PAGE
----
One of my constant readers, Judy (whose blog demonstrates her skills as a photographer), sent me a copy of Brian W. Aldiss’s Billion Year Spree: The True History of Science Fiction (1973), along with some cards featuring her photography. The Aldiss book was an informative and entertaining read, forcing me to think about what science fiction is and what I do. This post examines Aldiss’s historical situation and goals in writing the book, his definition of science fiction, and his treatment of the genre’s history.
But you want the fast version? Read the book: Aldiss is a writer with brains, and it shows.
Part 1: Historical context and aims
Aldiss’s book was published in 1973, so it was probably written a year or two earlier. It came toward the end of one of the more controversial periods in the genre. Emerging writers, especially in Britain, had created a “New Wave” by embracing diversity in styles, abandoning the old linear plots with objective viewpoints for more impressionistic avant-garde storytelling. They also expanded the range of the genre, leaving behind hard science and space opera for “soft science,” social sciences, politics, sexuality, and other topics previously largely ignored by genre writers.
At the same time, the science fiction community was struggling to become respectable. Authors, fans, and academics offered serious critiques of the field. The space race and Star Trek gave the field more visibility. It’s no coincidence that the Science Fiction Writers of America was founded in the 1960s.
Aldiss himself, as he notes in the introduction to Billion Year Spree, was by 1973 a recognized writer, editor, and critic of science fiction. In addition, he had an extensive background in Western literary history and contemporary literature, certainly more extensive than mine!
In Billion Year Spree, Aldiss undertakes to define “science fiction” and identify its proper place in legitimate literature. He’s also intent on defending the New Wave as a proper part of science fiction. These two aims are related. For Aldiss, the strength of the New Wave was that it expanded the range of science fiction by bringing in more mainstream techniques and concerns, and thus made science fiction more akin to mainstream literature.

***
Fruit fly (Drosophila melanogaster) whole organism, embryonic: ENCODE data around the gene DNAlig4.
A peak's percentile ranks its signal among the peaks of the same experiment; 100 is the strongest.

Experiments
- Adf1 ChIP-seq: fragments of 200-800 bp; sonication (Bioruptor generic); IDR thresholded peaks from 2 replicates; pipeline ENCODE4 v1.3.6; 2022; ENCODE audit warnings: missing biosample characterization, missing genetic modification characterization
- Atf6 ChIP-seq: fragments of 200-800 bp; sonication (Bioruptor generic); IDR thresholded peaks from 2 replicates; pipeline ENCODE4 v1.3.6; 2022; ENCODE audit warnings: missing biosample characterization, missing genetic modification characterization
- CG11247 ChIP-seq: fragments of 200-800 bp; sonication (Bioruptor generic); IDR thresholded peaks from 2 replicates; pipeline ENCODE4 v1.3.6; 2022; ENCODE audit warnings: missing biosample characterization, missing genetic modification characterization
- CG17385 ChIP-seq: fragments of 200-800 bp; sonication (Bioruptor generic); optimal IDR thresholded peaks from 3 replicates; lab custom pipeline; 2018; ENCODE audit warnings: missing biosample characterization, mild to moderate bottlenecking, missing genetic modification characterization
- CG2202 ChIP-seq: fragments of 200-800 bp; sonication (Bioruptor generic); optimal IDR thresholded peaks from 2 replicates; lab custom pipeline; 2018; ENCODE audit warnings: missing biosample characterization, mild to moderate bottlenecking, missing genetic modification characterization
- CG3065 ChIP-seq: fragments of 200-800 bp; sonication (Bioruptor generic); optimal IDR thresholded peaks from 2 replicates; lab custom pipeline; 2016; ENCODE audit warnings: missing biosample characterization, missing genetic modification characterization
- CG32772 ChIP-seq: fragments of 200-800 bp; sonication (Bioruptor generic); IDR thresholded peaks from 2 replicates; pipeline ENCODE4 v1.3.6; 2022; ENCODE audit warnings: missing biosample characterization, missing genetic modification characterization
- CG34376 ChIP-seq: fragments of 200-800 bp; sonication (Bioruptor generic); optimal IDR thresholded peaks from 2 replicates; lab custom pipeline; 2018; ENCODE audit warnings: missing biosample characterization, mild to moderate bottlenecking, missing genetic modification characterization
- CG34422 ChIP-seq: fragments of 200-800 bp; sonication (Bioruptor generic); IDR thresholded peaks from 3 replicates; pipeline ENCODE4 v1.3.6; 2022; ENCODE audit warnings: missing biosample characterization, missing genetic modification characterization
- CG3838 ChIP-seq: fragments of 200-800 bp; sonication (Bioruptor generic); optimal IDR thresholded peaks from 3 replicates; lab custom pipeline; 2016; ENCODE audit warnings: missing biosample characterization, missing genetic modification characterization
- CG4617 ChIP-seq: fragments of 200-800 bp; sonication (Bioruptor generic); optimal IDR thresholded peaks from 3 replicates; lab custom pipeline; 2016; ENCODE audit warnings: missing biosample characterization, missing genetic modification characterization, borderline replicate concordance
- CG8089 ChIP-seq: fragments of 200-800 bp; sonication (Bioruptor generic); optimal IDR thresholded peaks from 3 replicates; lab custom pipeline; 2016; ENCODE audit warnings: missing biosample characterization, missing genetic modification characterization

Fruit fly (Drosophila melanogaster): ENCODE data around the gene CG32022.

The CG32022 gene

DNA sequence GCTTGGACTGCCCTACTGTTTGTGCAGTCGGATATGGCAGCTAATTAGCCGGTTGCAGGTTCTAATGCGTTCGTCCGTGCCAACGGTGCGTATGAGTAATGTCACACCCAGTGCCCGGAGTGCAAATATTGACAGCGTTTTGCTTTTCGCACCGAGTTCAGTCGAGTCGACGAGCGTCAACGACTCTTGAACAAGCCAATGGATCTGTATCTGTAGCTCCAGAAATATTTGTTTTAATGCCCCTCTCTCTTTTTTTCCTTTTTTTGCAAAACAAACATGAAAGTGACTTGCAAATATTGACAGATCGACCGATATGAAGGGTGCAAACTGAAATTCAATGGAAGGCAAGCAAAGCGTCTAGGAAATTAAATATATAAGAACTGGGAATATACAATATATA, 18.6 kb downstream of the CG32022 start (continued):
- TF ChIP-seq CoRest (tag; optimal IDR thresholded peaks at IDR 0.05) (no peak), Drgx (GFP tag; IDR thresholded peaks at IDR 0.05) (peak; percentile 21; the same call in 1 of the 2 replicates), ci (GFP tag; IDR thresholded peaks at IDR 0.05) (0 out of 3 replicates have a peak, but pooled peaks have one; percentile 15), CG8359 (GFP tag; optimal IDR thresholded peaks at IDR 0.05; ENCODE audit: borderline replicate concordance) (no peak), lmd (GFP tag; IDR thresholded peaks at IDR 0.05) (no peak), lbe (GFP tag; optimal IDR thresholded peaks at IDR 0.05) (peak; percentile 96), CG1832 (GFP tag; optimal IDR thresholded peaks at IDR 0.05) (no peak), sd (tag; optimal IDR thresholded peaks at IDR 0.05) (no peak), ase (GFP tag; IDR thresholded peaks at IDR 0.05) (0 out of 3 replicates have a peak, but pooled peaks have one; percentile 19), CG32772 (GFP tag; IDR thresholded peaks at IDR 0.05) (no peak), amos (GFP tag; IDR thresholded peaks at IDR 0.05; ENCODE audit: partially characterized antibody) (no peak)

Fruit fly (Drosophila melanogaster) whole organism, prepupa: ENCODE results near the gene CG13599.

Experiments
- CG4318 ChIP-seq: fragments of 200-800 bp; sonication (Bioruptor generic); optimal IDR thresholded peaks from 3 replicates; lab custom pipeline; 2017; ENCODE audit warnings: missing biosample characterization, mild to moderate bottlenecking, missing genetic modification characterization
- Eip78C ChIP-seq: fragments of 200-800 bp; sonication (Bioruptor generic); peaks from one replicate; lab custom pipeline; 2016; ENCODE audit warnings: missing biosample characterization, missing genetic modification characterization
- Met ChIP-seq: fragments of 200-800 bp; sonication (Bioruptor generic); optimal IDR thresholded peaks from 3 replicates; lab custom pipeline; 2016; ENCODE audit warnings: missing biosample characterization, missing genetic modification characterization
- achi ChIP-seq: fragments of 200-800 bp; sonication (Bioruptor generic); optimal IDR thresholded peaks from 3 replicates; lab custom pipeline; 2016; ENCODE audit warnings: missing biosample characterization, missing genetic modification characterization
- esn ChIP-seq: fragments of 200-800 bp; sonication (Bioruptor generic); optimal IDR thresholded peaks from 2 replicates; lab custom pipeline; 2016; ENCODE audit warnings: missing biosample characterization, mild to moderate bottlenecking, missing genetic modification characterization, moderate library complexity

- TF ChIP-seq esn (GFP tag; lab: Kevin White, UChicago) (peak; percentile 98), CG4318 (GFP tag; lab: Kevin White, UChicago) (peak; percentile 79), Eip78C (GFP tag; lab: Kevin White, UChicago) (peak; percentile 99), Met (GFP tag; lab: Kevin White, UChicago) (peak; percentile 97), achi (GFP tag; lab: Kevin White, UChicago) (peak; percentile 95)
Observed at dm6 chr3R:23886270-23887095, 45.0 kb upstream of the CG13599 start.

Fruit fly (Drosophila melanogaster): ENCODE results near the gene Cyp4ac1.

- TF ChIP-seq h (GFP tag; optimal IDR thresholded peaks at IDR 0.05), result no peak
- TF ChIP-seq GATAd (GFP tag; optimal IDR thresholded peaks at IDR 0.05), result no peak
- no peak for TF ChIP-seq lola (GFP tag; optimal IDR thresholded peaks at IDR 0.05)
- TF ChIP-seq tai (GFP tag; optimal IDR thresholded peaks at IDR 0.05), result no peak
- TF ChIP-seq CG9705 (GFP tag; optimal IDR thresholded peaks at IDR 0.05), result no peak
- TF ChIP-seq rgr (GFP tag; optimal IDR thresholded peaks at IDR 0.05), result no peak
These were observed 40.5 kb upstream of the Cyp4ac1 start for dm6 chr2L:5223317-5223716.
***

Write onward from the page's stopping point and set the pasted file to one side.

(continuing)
Part 2: Defining science fiction
Aldiss defines science fiction as “the search for a definition of man and his status in the universe which will stand in our advanced but confused state of knowledge (science), and is characteristically cast in the Gothic or post-Gothic mold.”[i] There’s a lot to unpack in that definition. First of all, Aldiss is claiming science fiction is serious literature, because it deals with the “definition” or nature of man, ideally by depicting mankind in terms unavailable to other genres of fiction. Second, science fiction engages science and our present reality in a meaningful way, by using, extrapolating, or changing the scientific basis of reality in what are supposed to be scientifically plausible ways. Finally, Aldiss is making science fiction a subgenre of Gothic literature,[ii] by claiming its characteristic means of expression is invoking emotions connected to the distant and unearthly.
Note what this definition excludes. It excludes any literature written prior to the Scientific Revolution. Aldiss is explicitly excluding ancient legends and ancient and medieval fantasies.[iii] For him, the first story that qualifies as real science fiction is Mary Shelley’s Frankenstein (1818). Aldiss also excludes stories that do not explore human nature in any substantive way, by which he means to exclude “bad” science fiction, including the many third-rate space opera and sword-and-spaceship stories from the pulps.
I’ve a problem with any definition that excludes the bulk of the stories that were first called science fiction. I think Aldiss deliberately committed the fallacy of essences with that definition, in order to establish science fiction as a proper literary genre.[iv] Personally, I think it better to define “science fiction” historically by tracing its origin in the pulps of the 1920s-1940s, and then seeing how the term was extended over time. And in fact, Aldiss actually lays out all the necessary information for such a definition in his book![v]
But even if one rejects Aldiss’s definition as a definition, it is still worth considering as an analytic tool. It can do two things for us. First, with Aldiss, we can use it to explain why we feel uneasy about considering any story before Frankenstein as science fiction. More importantly, Aldiss’s definition can serve as a yardstick to measure the aspirations of serious science fiction.
Part 3: The history of science fiction